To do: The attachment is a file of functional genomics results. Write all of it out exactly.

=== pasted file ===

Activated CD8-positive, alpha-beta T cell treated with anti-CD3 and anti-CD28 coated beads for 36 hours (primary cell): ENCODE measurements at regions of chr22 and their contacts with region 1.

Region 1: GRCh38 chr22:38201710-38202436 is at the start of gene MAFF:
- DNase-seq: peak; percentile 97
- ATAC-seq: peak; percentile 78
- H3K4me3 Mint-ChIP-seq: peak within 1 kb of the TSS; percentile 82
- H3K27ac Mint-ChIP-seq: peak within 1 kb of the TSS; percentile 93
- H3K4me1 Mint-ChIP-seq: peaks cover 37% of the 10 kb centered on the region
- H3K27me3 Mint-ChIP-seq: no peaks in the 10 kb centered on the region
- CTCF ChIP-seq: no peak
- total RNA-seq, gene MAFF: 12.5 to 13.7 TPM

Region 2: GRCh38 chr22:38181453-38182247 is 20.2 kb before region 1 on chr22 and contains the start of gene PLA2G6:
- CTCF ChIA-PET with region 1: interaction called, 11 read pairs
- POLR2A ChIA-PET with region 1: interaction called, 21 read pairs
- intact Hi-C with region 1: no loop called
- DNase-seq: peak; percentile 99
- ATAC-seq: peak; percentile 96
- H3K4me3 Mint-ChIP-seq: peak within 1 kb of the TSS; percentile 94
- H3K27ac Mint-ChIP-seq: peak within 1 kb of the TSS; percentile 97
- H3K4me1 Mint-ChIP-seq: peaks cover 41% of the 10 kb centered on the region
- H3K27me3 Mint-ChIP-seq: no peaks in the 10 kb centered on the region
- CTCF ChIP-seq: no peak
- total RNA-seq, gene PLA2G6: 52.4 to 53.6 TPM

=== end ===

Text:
Activated CD8-positive, alpha-beta T cell treated with anti-CD3 and anti-CD28 coated beads for 36 hours (primary cell): ENCODE measurements at regions of chr22 and their contacts with region 1.

Region 1: GRCh38 chr22:38201710-38202436 is at the start of gene MAFF:
- DNase-seq: peak; percentile 97
- ATAC-seq: peak; percentile 78
- H3K4me3 Mint-ChIP-seq: peak within 1 kb of the TSS; percentile 82
- H3K27ac Mint-ChIP-seq: peak within 1 kb of the TSS; percentile 93
- H3K4me1 Mint-ChIP-seq: peaks cover 37% of the 10 kb centered on the region
- H3K27me3 Mint-ChIP-seq: no peaks in the 10 kb centered on the region
- CTCF ChIP-seq: no peak
- total RNA-seq, gene MAFF: 12.5 to 13.7 TPM

Region 2: GRCh38 chr22:38181453-38182247 is 20.2 kb before region 1 on chr22 and contains the start of gene PLA2G6:
- CTCF ChIA-PET with region 1: interaction called, 11 read pairs
- POLR2A ChIA-PET with region 1: interaction called, 21 read pairs
- intact Hi-C with region 1: no loop called
- DNase-seq: peak; percentile 99
- ATAC-seq: peak; percentile 96
- H3K4me3 Mint-ChIP-seq: peak within 1 kb of the TSS; percentile 94
- H3K27ac Mint-ChIP-seq: peak within 1 kb of the TSS; percentile 97
- H3K4me1 Mint-ChIP-seq: peaks cover 41% of the 10 kb centered on the region
- H3K27me3 Mint-ChIP-seq: no peaks in the 10 kb centered on the region
- CTCF ChIP-seq: no peak
- total RNA-seq, gene PLA2G6: 52.4 to 53.6 TPM